Posts
    5
    John Mc - As memory serves the last time one of these went up on eBay it was in the $300+ category. (This one was complete and in working condition). I would think that half to two thirds that amount might be a fair offering for one that has a broken part but is otherwise complete and would run. I checked the parts diagram on this saw and there is a "Drive Hup" (Item 11, PN 32483) that engages the sproket upon which the chain rides. Then there is what appears to be an idler gear and shaft combination running from the motor, (Item 12, PN 32655). If the broken "gear" is in the later category I would suspect that one might be able to weld and machine the result or perhaps fabricate a new part. As for the "Drive Hup" I am guessing that this may be close enough to other vintage saws that one might be able to canabalize one somewhere. It would really be nice to be able to see one of these up close. If he were to take one apart, or allow you to, and then take a couple of detailed photos of the part in question that would be helpful. My experience is that almost anything can be fixed given the proper context and resouces. dte
    Quote Originally Posted by John Mc View Post
    ChrisW -

    I will try to make a point of catching up to the guy with the chainsaws in the near future. I don't know if he's around/open this weekend or not, but I'll check. (He still owes me part of a chute crank assembly for a snow thrower anyway).

    He was a bit cagey when I inquired about his asking price for a chainsaw as-is. I think he has not looked in to selling them in a while, and wanted a chance to look in to what the going rate was. If anyone has an idea what one of these is worth (either with the broken gear, or in running condition), I'd really like to hear it. He has several, all in the same condition. I'd love to get one for my brother, but have o idea what to offer.

    Do you have a source for replacement gears? If so, please share.

    John Mc
     
     

  6. Re: Electric chainsaw options 
    #36
    Junior Member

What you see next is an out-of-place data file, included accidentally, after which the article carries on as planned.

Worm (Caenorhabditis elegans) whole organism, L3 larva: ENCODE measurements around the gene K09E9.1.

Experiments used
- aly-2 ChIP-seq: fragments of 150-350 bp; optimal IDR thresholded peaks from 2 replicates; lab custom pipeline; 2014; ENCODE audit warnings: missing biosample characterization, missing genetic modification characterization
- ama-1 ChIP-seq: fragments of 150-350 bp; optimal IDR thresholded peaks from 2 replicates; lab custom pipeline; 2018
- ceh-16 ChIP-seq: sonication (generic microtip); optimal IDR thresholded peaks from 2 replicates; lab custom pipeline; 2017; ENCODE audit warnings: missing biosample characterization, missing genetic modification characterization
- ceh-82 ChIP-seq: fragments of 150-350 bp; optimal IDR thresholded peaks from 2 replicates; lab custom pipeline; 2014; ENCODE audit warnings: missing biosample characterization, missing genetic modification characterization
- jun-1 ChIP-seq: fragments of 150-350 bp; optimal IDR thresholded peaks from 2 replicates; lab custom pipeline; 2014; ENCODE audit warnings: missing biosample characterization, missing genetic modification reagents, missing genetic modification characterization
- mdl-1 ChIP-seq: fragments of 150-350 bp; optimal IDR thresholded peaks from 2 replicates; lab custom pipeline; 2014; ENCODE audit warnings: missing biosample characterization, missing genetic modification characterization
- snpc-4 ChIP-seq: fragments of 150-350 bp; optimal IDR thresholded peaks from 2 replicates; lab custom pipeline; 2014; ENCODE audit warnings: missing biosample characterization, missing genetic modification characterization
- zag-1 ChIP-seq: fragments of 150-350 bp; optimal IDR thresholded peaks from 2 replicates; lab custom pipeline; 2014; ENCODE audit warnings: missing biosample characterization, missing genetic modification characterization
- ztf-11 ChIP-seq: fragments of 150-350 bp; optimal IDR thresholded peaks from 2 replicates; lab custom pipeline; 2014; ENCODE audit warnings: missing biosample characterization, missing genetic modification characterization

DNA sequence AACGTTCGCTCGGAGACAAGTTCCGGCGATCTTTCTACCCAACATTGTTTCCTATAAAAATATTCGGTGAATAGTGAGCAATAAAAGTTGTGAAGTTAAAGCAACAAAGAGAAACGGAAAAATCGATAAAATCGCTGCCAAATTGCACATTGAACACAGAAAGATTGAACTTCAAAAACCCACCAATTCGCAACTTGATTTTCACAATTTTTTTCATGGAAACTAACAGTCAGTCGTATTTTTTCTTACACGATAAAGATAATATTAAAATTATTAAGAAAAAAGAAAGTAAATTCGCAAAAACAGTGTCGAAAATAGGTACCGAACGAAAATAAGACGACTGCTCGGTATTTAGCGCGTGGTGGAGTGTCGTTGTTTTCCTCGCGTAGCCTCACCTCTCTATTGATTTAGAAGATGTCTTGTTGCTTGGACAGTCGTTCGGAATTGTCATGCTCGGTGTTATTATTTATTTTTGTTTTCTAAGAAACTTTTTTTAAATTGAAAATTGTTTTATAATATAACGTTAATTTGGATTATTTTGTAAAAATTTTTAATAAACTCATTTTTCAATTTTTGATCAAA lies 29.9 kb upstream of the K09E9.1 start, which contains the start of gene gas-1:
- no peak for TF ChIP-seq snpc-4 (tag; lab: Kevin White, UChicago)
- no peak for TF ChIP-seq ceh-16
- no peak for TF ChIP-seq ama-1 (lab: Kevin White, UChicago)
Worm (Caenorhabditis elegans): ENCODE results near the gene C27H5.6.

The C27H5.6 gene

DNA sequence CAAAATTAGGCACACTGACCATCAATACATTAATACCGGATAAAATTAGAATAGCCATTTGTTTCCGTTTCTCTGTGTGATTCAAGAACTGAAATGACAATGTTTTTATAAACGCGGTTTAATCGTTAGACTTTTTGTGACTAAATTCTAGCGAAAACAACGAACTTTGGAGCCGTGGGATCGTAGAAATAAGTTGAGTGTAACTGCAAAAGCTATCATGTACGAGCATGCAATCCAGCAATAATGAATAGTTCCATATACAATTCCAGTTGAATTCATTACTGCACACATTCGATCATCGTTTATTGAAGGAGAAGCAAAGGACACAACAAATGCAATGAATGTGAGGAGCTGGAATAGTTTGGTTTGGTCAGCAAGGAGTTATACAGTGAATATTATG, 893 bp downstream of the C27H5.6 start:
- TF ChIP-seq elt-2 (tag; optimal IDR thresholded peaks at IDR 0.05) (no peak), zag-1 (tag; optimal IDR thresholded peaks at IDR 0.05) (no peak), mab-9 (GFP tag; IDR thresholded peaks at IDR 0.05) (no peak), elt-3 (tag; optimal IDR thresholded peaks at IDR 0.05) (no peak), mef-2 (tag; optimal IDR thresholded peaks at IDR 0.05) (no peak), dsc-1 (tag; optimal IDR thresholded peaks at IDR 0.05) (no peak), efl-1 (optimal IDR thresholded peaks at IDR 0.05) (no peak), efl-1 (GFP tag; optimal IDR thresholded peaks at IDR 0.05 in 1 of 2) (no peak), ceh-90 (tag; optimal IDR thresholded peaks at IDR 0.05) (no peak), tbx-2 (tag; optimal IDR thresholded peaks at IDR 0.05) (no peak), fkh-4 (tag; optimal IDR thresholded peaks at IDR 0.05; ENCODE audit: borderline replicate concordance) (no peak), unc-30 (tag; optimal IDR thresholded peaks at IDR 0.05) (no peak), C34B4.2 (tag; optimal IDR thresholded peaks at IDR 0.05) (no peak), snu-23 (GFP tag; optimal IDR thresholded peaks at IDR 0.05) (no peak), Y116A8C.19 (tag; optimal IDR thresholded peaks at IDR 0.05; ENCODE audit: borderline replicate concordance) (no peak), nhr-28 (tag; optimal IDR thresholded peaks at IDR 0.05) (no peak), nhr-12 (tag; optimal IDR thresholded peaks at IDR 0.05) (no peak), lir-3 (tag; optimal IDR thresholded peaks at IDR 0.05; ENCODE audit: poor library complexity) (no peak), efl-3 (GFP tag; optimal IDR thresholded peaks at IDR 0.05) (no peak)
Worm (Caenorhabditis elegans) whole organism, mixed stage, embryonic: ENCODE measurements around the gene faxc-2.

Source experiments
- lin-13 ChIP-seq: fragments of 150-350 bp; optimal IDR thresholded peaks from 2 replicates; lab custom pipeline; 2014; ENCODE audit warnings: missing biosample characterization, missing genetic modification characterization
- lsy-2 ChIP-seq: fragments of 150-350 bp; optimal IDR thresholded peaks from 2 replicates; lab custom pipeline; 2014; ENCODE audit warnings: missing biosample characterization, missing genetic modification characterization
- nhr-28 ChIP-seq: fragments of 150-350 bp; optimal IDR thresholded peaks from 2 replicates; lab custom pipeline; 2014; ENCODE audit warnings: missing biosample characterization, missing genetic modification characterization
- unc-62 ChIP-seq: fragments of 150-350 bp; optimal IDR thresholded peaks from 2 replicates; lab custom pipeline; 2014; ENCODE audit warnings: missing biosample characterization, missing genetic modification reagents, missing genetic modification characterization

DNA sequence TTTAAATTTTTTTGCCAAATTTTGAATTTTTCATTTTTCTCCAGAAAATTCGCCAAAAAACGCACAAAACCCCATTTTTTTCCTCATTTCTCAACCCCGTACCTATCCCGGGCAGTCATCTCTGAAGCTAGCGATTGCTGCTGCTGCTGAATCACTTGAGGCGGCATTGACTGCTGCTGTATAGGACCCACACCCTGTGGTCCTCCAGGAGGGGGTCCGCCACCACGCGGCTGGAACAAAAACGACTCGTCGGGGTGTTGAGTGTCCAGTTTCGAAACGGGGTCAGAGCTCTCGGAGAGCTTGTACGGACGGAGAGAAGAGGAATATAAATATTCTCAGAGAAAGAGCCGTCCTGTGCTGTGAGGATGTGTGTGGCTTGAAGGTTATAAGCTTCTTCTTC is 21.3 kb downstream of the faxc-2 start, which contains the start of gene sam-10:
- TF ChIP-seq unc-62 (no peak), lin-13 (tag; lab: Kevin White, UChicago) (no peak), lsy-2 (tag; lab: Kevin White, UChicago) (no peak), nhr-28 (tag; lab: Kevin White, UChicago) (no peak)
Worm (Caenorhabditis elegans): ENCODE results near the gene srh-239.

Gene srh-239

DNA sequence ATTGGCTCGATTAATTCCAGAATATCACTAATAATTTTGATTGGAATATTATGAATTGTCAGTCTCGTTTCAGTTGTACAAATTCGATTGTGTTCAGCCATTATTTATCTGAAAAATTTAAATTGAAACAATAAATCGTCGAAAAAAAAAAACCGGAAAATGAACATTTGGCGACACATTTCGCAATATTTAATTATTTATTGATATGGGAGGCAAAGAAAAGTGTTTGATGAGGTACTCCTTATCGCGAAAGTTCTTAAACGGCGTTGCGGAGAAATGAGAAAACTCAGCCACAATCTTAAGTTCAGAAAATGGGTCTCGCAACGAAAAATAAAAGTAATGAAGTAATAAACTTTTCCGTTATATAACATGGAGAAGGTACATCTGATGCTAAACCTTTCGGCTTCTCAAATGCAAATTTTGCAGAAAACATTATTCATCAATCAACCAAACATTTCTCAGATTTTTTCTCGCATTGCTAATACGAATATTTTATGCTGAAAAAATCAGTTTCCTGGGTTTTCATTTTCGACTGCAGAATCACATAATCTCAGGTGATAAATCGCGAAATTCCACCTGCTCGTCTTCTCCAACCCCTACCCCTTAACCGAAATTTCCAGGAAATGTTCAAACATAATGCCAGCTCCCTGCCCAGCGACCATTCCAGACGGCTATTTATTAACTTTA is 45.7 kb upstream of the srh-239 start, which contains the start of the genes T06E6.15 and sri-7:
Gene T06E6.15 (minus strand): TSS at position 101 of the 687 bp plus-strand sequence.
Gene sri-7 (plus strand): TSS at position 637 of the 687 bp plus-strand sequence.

Join Date
    Oct 2014
    Location
    Champlain Valley area, Vermont
    Posts
    24
    The owner of the saws is down with a bad cold right now (he's an older guy who is moving a bit slower these days anyway). He said he'll call me when he's feeling better to discuss.
    If the only tool you have is a hammer, you tend to see every problem as a nail. - Abraham Maslow
     
     

  7. Re: Electric chainsaw options 
    #37
    Bob did you ever get the wiring to the tractor figured out?

    Also I have a question about how you wired it up.
    Quote Originally Posted by bobdowser View Post
    After building a 50-foot power cord from some 10-4 (10 gauge, 4 wires) outdoor cable, and connecting a PTO-compatible jack on one end and a 120-volt, 20-amp, 3-pin, locking jack on the other, I was almost ready to test the concept. Yesterday I built an adapter for the saw that approximates the dimensions and main DC pin spacing of the battery. It plugs into the saw and has a 120-volt, 3-pin, locking receptacle on its face.
    If I am following, you are using 4 conductor cable and a 3 pin plug to provide positive and negative power from the tractor.
    Did you double up the conductors attaching 2 conductor to each of 2 pins (making the equivalent to a higher than 10 gauge cord)?
    Or did you use all 3 pins leaving 1 conductor unconnected?

    Thanks
    Tim M